He broke down a little bit. Tears rolled down his face. Perhaps it was the late hour and the delirium of blood loss and lack of sleep. Maybe it was the gravity of the situation. Maybe it was everything. It wasn’t enough for Shoko to know he was crying on the other end of the phone. He was glad for that. He didn’t want her to think it was an act. Lord knows growing up around people with “bullshit detectors” on all the time, or in locker rooms where people had every intention of discrediting you so they could push you out of matches you may or may not have deserved has a way of warping a man’s sense of emotion. A person born with a dick already has immense societal pressure to hide away their feelings thanks to the arcane and toxic ideals of what a “man” should act like anyway.
“Tom… it okay,” she said pensively. “I learn to live with it long time ago. It hard. What you call it… malice? Hard to shake.”
“It’s not okay…” he tried to interrupt.
“No, I had to move on,” she came back in. “But that no mean I don’t, how you say, kansha…”
His Japanese was still rusty. He had to look up what it meant on a laptop in front of him. “Appreciate.”
She continued, “I glad you call though. Thought counts, you know?”
“Yeah,” he replied, “I’m glad you were able to move on, but, I still don’t think what I did was right. Waiting that long.”
“No, it not,” she replied, “But can’t look back. Have to look forward. Do right.”
“Yeah… do right…”
It was the same spiel he himself gave to Ria after Balaam chokeslammed them halfway to Mictlan. Can’t change the past. Must look ahead. He was so easy to spout this to others, but he rarely took his own advice. Hypocrisy isn’t the crime academics and message board trolls might lead you to believe it is, but it still never feels comfortable when worn so transparently. The weight felt globe-sized, and he wasn’t sure if he was Atlas or just another jabroni in that moment. He trailed off into a momentary silence.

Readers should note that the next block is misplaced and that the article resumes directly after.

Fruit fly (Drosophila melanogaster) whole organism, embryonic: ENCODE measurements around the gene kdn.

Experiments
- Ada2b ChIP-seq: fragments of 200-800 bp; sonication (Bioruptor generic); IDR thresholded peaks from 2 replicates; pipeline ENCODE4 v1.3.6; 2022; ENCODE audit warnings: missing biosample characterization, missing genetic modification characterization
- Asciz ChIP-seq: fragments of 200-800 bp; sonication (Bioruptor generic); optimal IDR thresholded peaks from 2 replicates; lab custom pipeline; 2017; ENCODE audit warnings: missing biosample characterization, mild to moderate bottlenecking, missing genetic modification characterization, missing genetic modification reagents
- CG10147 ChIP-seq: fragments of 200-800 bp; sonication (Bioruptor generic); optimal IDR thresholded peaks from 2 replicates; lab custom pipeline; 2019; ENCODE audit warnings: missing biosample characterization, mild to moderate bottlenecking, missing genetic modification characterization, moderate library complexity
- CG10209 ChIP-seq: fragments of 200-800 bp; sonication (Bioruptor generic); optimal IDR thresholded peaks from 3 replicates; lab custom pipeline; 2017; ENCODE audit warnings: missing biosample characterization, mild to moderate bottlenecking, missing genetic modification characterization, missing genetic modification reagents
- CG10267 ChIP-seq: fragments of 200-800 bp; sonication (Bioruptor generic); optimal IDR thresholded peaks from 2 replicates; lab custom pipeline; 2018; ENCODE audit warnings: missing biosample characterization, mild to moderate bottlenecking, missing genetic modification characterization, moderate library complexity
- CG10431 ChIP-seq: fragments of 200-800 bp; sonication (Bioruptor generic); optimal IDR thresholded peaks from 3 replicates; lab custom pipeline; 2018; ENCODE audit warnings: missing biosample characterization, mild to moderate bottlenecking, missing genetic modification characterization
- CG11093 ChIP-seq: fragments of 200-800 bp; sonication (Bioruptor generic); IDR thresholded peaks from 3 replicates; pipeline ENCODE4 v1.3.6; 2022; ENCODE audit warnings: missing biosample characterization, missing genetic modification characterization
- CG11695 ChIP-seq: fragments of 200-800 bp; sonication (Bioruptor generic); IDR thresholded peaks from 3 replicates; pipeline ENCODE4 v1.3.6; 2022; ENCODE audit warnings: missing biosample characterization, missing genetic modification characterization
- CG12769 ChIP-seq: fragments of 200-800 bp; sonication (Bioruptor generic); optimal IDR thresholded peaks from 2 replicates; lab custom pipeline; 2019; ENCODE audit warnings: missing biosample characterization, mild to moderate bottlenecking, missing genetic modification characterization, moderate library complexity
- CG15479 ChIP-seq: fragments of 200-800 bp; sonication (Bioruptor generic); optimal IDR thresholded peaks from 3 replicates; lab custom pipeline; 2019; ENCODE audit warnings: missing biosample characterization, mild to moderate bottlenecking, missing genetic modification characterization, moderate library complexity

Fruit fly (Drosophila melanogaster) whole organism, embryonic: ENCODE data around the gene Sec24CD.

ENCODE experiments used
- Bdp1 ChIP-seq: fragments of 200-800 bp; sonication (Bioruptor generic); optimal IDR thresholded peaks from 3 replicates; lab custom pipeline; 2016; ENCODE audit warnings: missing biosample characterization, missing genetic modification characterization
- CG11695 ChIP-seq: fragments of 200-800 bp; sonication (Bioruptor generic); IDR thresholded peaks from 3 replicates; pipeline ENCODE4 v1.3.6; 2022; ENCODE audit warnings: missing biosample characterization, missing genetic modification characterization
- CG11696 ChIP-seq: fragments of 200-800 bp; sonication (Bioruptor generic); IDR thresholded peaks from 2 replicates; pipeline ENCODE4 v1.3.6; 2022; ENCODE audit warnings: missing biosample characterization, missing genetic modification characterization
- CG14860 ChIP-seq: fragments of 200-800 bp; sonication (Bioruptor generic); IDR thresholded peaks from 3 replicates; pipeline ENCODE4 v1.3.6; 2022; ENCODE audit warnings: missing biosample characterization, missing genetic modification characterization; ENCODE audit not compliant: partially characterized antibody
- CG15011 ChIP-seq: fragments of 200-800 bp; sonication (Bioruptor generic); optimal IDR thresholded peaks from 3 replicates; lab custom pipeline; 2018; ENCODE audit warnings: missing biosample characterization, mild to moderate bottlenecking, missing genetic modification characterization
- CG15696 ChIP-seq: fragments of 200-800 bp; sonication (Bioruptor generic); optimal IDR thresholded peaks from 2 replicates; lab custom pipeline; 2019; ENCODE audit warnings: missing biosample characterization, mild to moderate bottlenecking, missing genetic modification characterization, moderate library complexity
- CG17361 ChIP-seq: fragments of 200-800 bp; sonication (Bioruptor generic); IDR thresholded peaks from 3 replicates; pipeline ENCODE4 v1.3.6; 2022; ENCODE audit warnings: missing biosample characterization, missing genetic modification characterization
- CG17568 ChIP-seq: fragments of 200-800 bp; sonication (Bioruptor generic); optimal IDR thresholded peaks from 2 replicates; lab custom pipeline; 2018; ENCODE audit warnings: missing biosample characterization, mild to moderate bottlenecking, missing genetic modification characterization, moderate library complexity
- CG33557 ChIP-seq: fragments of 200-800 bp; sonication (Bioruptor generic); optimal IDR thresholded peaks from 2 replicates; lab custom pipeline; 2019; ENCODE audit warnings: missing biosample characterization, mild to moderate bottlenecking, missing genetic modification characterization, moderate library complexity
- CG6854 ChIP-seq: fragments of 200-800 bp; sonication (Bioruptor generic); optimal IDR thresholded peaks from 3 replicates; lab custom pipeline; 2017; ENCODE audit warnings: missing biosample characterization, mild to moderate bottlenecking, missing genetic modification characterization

“Tom, arigato. You be… ok? Is that how you say?”
He chuckled. “It’s fine, Shoko. You be ok too. I’m rooting for you.”
They ended the call. The old luchador collapsed into his bed, removing only his shoes using his feet to jimmy them off at the heel. Flipping the pages on his phone, he found the airline app and made some last-minute bookings. After that, the phone might as well have been a football and the floor Randy Moss. He slinked down, head onto his pillow and stared at the beautiful, finished ceiling in his suite. Sleep didn’t wait long to take him. The sandman, it turns out, missed his old friend for the last few months.
The next day, he woke up to the knock on his suite door at around 11. Pom finally slept off whatever she drank last night, imbibing for her and for her friend and for Timo, who as fun as he can be never drinks and drives, be it his prized Trans-Am down to the AMC Gremlin he bought on a dare and refurbished to give it performance on the level of a mid-size luxury sedan.
“Hey, Champ! I’m ready to hit up a buffet!”
“I’m still wearing my clothes from last night, jeez,” he said, taking off his khakis hurriedly.
Pom was a lot of things. Patient wasn’t quite one of them. He opened his suite door in his underwear and his shirt from last night.
“I hope my wife doesn’t find out you were in here while I was getting changed,” he said playfully as he threw his shirt off, entered the bathroom, and shut the door.
“As if! She knows you’re not my type anyway, even if I did like men.”
“Oh yeah,” he shouted from behind the thick bathroom door. “And why’s that?”
“You’re a jackass, duh. You even admitted it last night,” she said, playing with the picture of Fray Tormenta that was laying haphazardly on the desk in front of the possibly magic mirror. “I thought you were much neater than this anyway! It looks like it got hit with a typhoon.”
“I’ve had a rough couple of months, okay?” His voice was straining to reach over the sound barrier of the door and the shower he had just put on at scalding hot temperatures. “I’ll just have housekeeping do a once over while I’m back home.”
“Back home? When are you going back?”
He turned the water off on the shower and cracked the door. Steam billowed out as if Dusk were also in there with one of his smoke machines.